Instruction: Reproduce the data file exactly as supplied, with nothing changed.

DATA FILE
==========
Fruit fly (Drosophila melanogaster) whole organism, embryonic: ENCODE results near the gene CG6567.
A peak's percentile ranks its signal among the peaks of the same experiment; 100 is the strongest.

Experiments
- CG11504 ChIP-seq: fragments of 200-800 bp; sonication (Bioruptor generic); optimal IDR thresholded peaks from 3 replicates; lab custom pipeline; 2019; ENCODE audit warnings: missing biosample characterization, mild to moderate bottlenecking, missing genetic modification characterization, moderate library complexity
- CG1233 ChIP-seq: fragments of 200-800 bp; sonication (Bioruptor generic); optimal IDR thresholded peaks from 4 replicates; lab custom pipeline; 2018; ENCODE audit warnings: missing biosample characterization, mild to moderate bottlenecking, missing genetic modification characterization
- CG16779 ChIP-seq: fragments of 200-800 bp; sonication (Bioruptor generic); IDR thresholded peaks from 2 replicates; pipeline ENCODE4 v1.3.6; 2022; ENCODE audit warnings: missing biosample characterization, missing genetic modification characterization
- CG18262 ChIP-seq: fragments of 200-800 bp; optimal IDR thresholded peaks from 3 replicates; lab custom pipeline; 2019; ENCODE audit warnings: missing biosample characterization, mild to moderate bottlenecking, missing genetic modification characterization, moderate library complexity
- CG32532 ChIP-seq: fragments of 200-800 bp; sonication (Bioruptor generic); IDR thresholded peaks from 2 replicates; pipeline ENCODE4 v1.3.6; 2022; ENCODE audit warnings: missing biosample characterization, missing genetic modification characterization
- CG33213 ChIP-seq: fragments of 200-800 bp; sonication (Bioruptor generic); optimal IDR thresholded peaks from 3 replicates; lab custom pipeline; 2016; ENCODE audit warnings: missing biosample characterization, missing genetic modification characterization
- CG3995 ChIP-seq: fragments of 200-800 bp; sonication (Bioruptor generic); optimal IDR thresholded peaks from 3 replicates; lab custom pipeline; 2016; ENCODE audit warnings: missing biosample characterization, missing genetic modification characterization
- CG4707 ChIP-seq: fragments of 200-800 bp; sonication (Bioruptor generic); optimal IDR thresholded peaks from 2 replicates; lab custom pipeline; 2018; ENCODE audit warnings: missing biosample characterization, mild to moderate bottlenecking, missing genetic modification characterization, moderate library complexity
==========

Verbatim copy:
Fruit fly (Drosophila melanogaster) whole organism, embryonic: ENCODE results near the gene CG6567.
A peak's percentile ranks its signal among the peaks of the same experiment; 100 is the strongest.

Experiments
- CG11504 ChIP-seq: fragments of 200-800 bp; sonication (Bioruptor generic); optimal IDR thresholded peaks from 3 replicates; lab custom pipeline; 2019; ENCODE audit warnings: missing biosample characterization, mild to moderate bottlenecking, missing genetic modification characterization, moderate library complexity
- CG1233 ChIP-seq: fragments of 200-800 bp; sonication (Bioruptor generic); optimal IDR thresholded peaks from 4 replicates; lab custom pipeline; 2018; ENCODE audit warnings: missing biosample characterization, mild to moderate bottlenecking, missing genetic modification characterization
- CG16779 ChIP-seq: fragments of 200-800 bp; sonication (Bioruptor generic); IDR thresholded peaks from 2 replicates; pipeline ENCODE4 v1.3.6; 2022; ENCODE audit warnings: missing biosample characterization, missing genetic modification characterization
- CG18262 ChIP-seq: fragments of 200-800 bp; optimal IDR thresholded peaks from 3 replicates; lab custom pipeline; 2019; ENCODE audit warnings: missing biosample characterization, mild to moderate bottlenecking, missing genetic modification characterization, moderate library complexity
- CG32532 ChIP-seq: fragments of 200-800 bp; sonication (Bioruptor generic); IDR thresholded peaks from 2 replicates; pipeline ENCODE4 v1.3.6; 2022; ENCODE audit warnings: missing biosample characterization, missing genetic modification characterization
- CG33213 ChIP-seq: fragments of 200-800 bp; sonication (Bioruptor generic); optimal IDR thresholded peaks from 3 replicates; lab custom pipeline; 2016; ENCODE audit warnings: missing biosample characterization, missing genetic modification characterization
- CG3995 ChIP-seq: fragments of 200-800 bp; sonication (Bioruptor generic); optimal IDR thresholded peaks from 3 replicates; lab custom pipeline; 2016; ENCODE audit warnings: missing biosample characterization, missing genetic modification characterization
- CG4707 ChIP-seq: fragments of 200-800 bp; sonication (Bioruptor generic); optimal IDR thresholded peaks from 2 replicates; lab custom pipeline; 2018; ENCODE audit warnings: missing biosample characterization, mild to moderate bottlenecking, missing genetic modification characterization, moderate library complexity